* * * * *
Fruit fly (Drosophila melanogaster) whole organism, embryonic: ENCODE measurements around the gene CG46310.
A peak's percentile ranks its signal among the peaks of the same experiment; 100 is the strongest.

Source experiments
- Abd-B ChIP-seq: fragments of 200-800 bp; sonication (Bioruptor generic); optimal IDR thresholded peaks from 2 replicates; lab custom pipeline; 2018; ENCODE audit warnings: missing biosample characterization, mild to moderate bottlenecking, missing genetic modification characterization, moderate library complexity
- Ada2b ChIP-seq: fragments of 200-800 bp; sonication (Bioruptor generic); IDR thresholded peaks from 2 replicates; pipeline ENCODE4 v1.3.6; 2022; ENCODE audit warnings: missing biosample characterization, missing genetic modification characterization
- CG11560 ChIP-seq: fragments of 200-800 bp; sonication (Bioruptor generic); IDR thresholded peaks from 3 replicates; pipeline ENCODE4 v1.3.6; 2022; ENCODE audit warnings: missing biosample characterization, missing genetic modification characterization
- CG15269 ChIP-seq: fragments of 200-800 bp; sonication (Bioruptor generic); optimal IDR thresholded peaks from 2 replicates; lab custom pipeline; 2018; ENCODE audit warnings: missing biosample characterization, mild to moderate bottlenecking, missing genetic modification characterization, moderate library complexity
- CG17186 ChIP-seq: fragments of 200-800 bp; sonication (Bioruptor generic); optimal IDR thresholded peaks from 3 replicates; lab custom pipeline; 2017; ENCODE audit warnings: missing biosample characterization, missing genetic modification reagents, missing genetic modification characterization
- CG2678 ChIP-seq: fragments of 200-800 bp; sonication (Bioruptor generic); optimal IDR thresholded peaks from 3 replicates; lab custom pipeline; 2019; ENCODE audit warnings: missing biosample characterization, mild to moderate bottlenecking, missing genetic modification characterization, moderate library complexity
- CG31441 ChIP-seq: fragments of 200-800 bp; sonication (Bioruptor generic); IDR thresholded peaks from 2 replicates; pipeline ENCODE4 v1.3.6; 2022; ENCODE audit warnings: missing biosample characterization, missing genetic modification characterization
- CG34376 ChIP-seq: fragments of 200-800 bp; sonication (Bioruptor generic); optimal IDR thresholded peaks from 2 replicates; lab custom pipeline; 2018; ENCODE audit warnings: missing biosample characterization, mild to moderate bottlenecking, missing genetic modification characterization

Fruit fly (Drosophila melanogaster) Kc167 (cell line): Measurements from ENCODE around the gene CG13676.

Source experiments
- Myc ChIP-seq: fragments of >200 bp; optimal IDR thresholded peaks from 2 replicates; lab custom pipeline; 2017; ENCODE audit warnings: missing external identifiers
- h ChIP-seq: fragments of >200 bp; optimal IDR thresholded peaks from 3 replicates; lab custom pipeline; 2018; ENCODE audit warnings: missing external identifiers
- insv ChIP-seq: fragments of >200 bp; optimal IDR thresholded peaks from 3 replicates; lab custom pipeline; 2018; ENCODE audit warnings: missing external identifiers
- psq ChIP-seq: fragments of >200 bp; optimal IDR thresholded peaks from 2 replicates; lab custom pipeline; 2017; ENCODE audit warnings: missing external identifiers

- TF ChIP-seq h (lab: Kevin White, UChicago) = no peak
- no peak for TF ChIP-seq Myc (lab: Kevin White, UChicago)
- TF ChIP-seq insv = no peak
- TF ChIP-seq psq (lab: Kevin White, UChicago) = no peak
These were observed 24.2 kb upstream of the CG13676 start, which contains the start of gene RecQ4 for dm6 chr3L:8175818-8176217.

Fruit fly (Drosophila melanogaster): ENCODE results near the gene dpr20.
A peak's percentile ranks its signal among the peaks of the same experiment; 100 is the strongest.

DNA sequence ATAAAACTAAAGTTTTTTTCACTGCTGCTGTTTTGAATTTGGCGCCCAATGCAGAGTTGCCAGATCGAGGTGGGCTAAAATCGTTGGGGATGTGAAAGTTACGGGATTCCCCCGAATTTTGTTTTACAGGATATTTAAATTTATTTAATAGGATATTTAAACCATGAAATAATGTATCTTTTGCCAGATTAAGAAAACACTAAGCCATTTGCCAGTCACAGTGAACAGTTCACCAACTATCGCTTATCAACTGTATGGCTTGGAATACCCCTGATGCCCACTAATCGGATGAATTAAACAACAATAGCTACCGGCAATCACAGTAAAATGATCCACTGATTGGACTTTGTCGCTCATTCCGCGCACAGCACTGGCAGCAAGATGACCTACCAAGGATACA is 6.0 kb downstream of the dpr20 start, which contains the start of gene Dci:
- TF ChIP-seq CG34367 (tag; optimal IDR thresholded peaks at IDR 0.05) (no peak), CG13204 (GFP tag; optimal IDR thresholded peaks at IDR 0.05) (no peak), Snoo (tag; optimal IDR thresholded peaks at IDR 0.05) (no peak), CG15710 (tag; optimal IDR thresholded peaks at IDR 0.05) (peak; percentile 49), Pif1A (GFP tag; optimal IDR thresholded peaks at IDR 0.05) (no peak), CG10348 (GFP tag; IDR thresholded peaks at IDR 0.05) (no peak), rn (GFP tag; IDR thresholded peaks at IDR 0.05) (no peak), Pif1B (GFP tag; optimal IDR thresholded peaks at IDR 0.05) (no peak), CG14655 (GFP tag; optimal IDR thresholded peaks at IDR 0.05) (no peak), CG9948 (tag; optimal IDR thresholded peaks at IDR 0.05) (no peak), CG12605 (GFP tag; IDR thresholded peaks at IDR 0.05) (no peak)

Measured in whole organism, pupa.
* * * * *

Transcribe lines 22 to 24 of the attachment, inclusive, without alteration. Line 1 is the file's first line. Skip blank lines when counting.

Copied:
These were observed 24.2 kb upstream of the CG13676 start, which contains the start of gene RecQ4 for dm6 chr3L:8175818-8176217.

Fruit fly (Drosophila melanogaster): ENCODE results near the gene dpr20.
A peak's percentile ranks its signal among the peaks of the same experiment; 100 is the strongest.